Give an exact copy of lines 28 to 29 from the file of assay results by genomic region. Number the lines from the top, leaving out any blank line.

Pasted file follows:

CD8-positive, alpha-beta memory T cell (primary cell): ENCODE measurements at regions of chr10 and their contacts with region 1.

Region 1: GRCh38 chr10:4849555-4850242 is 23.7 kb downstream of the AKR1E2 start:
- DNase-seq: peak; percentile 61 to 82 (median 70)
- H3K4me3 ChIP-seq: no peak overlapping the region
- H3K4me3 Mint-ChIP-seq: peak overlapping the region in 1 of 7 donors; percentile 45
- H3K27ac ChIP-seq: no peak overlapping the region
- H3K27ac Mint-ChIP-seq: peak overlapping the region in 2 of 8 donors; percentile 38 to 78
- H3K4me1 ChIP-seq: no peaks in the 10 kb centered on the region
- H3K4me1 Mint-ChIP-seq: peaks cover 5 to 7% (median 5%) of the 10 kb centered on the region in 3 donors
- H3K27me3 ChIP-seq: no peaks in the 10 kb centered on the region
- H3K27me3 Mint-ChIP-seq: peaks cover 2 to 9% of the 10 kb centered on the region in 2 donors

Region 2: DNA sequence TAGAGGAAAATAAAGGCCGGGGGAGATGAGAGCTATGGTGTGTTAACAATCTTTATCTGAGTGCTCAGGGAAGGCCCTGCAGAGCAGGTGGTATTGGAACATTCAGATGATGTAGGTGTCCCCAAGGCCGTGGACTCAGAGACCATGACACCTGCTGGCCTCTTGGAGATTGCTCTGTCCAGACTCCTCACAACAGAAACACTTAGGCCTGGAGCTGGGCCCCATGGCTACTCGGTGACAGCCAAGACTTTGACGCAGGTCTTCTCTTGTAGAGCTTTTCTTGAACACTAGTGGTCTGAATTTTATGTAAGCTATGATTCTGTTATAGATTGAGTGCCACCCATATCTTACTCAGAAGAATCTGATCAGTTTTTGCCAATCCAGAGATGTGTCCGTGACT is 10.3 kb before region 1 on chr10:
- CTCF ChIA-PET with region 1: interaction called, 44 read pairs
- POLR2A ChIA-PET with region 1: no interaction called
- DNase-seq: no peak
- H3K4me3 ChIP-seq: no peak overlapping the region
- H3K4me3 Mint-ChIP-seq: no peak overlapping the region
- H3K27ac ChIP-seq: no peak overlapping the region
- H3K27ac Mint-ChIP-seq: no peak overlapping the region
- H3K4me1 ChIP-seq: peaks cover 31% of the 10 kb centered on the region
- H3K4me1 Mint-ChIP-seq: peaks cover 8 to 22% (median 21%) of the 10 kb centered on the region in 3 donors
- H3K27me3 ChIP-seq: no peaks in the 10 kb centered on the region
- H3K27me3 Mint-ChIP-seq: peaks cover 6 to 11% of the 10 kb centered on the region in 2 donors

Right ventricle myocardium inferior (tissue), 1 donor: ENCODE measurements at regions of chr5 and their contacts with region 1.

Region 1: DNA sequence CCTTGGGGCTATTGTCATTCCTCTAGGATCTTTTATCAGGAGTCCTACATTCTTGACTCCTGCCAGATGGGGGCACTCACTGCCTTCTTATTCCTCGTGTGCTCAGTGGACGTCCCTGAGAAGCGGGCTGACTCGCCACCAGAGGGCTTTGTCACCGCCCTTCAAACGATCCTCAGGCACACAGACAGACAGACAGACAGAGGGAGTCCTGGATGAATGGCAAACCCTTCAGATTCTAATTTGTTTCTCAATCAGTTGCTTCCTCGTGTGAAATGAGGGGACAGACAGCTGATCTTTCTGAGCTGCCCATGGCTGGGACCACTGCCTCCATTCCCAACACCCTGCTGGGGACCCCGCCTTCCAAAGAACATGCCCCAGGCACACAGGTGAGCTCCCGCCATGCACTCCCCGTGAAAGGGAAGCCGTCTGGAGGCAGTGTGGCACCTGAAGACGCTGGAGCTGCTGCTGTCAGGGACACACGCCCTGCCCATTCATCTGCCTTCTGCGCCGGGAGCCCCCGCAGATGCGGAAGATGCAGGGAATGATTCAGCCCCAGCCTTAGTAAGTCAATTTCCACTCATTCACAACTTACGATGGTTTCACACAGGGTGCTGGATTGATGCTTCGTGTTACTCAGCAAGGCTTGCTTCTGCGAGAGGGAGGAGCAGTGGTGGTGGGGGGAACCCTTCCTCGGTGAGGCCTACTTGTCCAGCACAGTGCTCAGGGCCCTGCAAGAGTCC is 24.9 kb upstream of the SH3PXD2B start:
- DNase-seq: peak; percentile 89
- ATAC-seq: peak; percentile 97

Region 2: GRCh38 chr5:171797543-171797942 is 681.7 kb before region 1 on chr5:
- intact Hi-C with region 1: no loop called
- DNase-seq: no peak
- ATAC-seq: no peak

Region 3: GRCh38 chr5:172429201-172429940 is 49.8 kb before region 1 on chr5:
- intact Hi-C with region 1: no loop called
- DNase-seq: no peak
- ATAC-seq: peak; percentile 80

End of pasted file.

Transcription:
Region 2: GRCh38 chr5:171797543-171797942 is 681.7 kb before region 1 on chr5:
- intact Hi-C with region 1: no loop called